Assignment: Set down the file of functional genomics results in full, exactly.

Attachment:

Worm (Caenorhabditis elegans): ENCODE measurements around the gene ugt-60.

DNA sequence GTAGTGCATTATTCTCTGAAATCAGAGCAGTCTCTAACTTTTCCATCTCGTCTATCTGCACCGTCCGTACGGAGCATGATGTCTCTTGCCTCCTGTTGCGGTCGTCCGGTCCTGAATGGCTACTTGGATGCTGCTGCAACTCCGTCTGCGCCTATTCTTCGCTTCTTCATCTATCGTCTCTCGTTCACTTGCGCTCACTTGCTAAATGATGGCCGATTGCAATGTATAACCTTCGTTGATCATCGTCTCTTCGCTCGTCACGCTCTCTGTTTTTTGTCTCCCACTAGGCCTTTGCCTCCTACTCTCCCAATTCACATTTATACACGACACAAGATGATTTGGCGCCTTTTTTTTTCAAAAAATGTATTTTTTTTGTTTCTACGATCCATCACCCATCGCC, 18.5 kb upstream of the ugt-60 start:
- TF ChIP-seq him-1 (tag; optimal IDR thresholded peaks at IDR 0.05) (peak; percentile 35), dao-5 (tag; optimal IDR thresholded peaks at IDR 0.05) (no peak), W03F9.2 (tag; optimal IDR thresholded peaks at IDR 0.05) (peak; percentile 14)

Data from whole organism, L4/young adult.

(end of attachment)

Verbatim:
Worm (Caenorhabditis elegans): ENCODE measurements around the gene ugt-60.

DNA sequence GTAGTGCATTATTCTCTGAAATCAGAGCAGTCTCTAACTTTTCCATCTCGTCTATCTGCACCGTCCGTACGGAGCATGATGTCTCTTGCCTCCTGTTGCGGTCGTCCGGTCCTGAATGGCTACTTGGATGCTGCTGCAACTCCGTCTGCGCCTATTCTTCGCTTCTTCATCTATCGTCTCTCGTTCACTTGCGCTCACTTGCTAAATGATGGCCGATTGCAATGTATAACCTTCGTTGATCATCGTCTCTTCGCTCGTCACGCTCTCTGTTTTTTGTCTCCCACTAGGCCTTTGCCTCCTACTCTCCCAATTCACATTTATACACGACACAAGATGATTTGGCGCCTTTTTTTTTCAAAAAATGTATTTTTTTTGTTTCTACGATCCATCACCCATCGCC, 18.5 kb upstream of the ugt-60 start:
- TF ChIP-seq him-1 (tag; optimal IDR thresholded peaks at IDR 0.05) (peak; percentile 35), dao-5 (tag; optimal IDR thresholded peaks at IDR 0.05) (no peak), W03F9.2 (tag; optimal IDR thresholded peaks at IDR 0.05) (peak; percentile 14)

Data from whole organism, L4/young adult.